The United Kingdom has been front page news for a while now. Since the Brexit vote last June, the U.K. has not stepped out of the limelight despite countless other events happening since then.
Much has been discussed as of late about the elections that are happening across the globe, most notably in France and Germany. Recently, Theresa May, the Prime Minister of the U.K., figured they’d get in on the action. She called for a snap election to happen on June 8th. Why not add to the political headlines of the world?
Depending upon perspective, you can look at this election in a few ways:
- A Power Grab – Prime Minster May has very favorable ratings right now and is predicted to have a 20 point lead in any election. She may be capitalizing on this favorable position to grow her power both in magnitude and in length. Doing so extends the time to the next election from three years to five.
- A Stronger and Smoother Position – May is betting she can increase the representation of her Conservative Party within the House of Commons. In turn, she can gain more traction for a smooth, rather than abrupt, exit from the EU. Currently her Conservative Party holds a 17 seat lead in the 650 seat House. Some predict they could gain 100 seats. A strong win for May could also give negotiators on the other side in Brussels more confidence that she would be able to execute on not just popular, but potentially unpopular measures that result from the Brexit negotiations.
- A Move for Long-Term Stability – In March, the U.K. invoked Article 50, the clause that allows them to exit the EU. This brings about a two year negotiating window. After the negotiations, the actual execution on the transition out of the EU could start and take some time. If the current election cycle were left intact, they’d pop up right in the middle of the transition in 2020. From Prime Minister May’s perspective, that leaves things ripe for instability which is avoided by accelerating the elections.
Immediate reactions to the snap election were overwhelmingly positive and a May victory is being touted as a near certainty. However, anytime an election is involved, there is potential for disruption to occur since no outcome is guaranteed. We can look over the past nearly ten months at several political events that have happened – Brexit, the U.S. elections, the first round of the French elections, and more. We have to remember a very powerful behavioral bias in finance, and that’s hindsight bias. When we look back at the knowns, like voting outcomes and market performance, we often tie the two ideas together; the market did this because of that. However, while a story resonates in our heads about why something happened, it doesn’t always paint the full picture about what the true cause of the event was. This is why you can have a headline today say “Market up on Fed raising rates,” one day followed by “Market down on Fed raising rates,” the very next day.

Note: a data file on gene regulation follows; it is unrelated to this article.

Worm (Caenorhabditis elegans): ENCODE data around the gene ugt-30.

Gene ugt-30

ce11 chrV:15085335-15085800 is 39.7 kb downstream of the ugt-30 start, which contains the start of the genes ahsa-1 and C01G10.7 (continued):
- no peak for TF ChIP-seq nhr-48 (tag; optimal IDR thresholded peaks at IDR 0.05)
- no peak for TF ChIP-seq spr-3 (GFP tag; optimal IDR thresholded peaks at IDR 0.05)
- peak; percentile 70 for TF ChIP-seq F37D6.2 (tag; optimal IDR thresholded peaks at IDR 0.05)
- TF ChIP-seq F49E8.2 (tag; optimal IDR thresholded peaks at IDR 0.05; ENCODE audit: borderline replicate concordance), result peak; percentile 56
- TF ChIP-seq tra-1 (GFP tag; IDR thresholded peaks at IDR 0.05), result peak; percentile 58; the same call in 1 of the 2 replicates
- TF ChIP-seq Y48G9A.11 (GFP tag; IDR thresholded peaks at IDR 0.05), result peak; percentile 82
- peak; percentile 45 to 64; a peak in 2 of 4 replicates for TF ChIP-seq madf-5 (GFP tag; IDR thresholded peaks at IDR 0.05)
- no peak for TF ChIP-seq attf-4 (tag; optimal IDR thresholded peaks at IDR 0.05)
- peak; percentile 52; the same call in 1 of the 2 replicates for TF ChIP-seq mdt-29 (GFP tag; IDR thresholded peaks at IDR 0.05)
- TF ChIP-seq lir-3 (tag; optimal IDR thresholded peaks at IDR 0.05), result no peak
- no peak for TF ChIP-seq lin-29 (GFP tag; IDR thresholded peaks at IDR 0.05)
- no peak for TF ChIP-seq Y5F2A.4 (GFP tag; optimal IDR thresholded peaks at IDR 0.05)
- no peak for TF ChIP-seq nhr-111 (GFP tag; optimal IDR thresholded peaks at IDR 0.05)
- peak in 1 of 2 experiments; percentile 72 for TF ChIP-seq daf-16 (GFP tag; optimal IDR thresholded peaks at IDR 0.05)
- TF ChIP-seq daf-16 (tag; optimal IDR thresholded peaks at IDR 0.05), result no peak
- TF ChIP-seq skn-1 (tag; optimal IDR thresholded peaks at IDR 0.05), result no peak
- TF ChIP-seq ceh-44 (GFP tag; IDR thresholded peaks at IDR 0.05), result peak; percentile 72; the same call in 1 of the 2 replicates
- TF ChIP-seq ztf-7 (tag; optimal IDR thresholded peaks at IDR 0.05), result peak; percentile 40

In reality, elections, as important as they are, aren’t the economic engine of the markets and won’t be the full reason why markets do poorly, wonderfully, or average over the coming years. The markets are far more vast and decentralized than that. The true engine of the markets has always, and will always find a way to chug along regardless of elections across the globe. While May’s election announcement is an interesting development, it’s not a development that causes alarm or a need to change strategy.